The author devotes many pages to Sam's personal life, particularly the women in his life.  Although he maintained a long-term marriage to his wife Becky, with whom he had two sons, Sam at various times also lived with other women.  He also had mental health issues, even being hospitalized in 1951 for a "nervous breakdown" and undergoing electroconvulsive therapy.  The last half of the book is mostly about Sam's later ups and downs in the music business and his relationship with his two sons.

     Towards the end of this exhaustive biography, the author relates an anecdote which occurred during the filming of an A & E television special being produced about and with the help of Sam himself.  The videographer stopped the cameras when some dump trucks rolled by the group,  Sam couldn't understand why he did that and chastised the fellow for missing the opportunity to record something real. The author then relates why Sam Phillips felt that way:

      "He loved perfect imperfection, he insisted.  And he cited his recordings to prove it - the inspired accident was what you were always looking for, so long as it didn't drown out what you were trying to get across."  He quotes Sam further (this time while watching the high school marching band in his home town of Florence, Alabama): 'Music is something that you will always remember as long as you live.  Don't cheat yourself by not getting everything you can out of music - but in  the meantime... HAVE A HELLUVA LOT OF FUN DOING IT.'"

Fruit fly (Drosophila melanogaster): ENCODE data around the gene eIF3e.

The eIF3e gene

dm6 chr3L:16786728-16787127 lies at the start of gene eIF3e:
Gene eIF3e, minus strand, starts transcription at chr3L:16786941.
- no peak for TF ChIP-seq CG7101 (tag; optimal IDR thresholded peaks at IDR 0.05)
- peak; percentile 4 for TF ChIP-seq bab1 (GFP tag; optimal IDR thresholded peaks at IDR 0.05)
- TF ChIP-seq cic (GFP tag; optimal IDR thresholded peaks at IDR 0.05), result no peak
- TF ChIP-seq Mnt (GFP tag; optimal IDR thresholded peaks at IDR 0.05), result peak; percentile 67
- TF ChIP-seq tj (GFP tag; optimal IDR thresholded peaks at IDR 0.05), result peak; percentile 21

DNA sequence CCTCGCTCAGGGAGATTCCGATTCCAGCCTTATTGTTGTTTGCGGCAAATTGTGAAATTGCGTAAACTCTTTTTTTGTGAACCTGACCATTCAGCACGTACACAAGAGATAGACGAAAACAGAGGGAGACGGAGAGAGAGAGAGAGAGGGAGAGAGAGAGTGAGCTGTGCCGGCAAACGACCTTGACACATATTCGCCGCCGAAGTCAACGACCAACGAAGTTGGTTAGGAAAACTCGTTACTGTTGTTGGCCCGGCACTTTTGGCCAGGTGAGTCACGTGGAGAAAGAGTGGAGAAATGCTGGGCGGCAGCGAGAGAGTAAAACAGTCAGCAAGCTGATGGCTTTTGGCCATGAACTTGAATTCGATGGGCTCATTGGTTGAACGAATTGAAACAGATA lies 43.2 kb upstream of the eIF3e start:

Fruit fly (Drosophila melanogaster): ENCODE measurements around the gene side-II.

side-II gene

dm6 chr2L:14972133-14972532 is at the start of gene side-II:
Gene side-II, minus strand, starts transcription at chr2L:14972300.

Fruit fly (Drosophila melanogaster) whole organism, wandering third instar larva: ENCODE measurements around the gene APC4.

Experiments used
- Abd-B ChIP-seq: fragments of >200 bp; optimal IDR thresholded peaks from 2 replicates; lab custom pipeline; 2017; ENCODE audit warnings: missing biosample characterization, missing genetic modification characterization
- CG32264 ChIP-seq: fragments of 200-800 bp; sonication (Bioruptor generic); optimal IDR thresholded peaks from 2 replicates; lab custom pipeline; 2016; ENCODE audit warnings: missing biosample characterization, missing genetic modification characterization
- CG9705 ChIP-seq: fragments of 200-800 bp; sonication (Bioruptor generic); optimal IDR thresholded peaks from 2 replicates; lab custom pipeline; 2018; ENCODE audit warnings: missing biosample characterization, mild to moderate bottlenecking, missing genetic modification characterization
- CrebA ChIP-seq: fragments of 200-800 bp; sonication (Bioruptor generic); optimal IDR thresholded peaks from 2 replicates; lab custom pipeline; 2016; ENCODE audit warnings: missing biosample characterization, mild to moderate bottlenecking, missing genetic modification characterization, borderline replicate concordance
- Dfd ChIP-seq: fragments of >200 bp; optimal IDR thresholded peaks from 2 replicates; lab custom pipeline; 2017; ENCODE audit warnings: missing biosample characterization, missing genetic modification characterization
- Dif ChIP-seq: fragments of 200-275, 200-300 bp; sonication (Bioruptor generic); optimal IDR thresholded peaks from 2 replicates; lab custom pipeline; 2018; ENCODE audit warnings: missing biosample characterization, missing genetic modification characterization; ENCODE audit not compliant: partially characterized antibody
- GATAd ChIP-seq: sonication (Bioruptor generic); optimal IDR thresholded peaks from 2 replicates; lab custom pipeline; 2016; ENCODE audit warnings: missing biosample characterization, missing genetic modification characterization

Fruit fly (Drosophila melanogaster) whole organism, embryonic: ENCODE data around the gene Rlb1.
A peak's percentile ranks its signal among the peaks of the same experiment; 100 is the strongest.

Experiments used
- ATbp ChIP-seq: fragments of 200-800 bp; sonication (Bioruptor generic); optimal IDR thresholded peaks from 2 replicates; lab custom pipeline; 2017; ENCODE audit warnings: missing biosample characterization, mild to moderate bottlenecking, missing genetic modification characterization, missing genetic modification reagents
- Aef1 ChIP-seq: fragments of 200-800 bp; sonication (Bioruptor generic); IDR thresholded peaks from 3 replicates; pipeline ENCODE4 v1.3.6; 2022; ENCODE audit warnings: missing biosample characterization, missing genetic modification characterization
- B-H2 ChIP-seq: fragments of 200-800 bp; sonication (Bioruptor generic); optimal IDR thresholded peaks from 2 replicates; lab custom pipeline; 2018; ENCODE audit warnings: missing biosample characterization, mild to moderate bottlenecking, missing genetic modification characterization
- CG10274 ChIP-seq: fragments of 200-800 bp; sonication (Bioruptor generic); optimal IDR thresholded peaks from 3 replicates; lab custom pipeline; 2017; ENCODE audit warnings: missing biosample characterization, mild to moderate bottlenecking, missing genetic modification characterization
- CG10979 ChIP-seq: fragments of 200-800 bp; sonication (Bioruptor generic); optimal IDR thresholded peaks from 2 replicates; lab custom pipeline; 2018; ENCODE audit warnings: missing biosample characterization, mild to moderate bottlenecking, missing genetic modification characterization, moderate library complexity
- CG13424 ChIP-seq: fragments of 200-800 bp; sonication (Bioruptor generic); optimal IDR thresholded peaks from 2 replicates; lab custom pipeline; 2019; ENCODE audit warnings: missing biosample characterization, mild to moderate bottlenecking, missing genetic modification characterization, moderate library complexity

Sam Phillips was indeed a very unique, inventive and pioneering man in the fledgling field of music recording.  He started before there were any real rules and helped shape an industry.  One aspect of all of this which is particularly striking is how color blind Sam Phillips was.  He was looking for sound and for style and didn't care what race the performer was. This is a truly remarkable aspect of this brilliant but flawed man.

     There were several recordings I bought while reading this which helped bring this story to life.  These include "Sun Records: The Definitive Hits"  Volumes 1 and 2 and "Sun Records: Ultimate Blues Collection".  These CDs are actually fun to listen to even if you pass on the book!  This book has been optioned for a movie starring Leonardo Dicaprio as Sam Phillips.  I hope that they keep the essence of the portrait that Peter Guralnick painted in this wonderful biography.

    If you are ever in Memphis, I highly recommend the tour of the old Sun Studios on Union Avenue.  The studio is basically the same as it was in the 1950s with many of the old instruments still there.  After seeing that it is hard to believe the number and magnitude of artists that recorded there.

Sun Studios
With one of the original RCA microphones used by Sun artists.  The "X"on the floor is where Elvis Presley was standing while recording "That's All Right"